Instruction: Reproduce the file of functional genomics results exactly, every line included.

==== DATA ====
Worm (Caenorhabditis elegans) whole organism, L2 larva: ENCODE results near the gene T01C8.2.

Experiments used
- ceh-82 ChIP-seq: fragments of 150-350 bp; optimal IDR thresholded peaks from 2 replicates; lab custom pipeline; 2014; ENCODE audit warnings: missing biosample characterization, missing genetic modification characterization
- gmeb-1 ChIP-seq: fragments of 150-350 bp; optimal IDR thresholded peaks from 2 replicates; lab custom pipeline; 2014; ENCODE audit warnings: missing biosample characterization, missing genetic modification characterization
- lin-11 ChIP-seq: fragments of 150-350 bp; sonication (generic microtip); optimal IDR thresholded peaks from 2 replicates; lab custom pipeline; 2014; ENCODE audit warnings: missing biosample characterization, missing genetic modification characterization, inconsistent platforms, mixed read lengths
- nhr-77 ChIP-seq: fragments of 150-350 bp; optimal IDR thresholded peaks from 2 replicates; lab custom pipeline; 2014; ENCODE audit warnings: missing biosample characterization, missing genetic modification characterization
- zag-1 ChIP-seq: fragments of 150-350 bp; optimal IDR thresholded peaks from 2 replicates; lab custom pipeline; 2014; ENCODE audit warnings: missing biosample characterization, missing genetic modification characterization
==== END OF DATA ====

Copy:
Worm (Caenorhabditis elegans) whole organism, L2 larva: ENCODE results near the gene T01C8.2.

Experiments used
- ceh-82 ChIP-seq: fragments of 150-350 bp; optimal IDR thresholded peaks from 2 replicates; lab custom pipeline; 2014; ENCODE audit warnings: missing biosample characterization, missing genetic modification characterization
- gmeb-1 ChIP-seq: fragments of 150-350 bp; optimal IDR thresholded peaks from 2 replicates; lab custom pipeline; 2014; ENCODE audit warnings: missing biosample characterization, missing genetic modification characterization
- lin-11 ChIP-seq: fragments of 150-350 bp; sonication (generic microtip); optimal IDR thresholded peaks from 2 replicates; lab custom pipeline; 2014; ENCODE audit warnings: missing biosample characterization, missing genetic modification characterization, inconsistent platforms, mixed read lengths
- nhr-77 ChIP-seq: fragments of 150-350 bp; optimal IDR thresholded peaks from 2 replicates; lab custom pipeline; 2014; ENCODE audit warnings: missing biosample characterization, missing genetic modification characterization
- zag-1 ChIP-seq: fragments of 150-350 bp; optimal IDR thresholded peaks from 2 replicates; lab custom pipeline; 2014; ENCODE audit warnings: missing biosample characterization, missing genetic modification characterization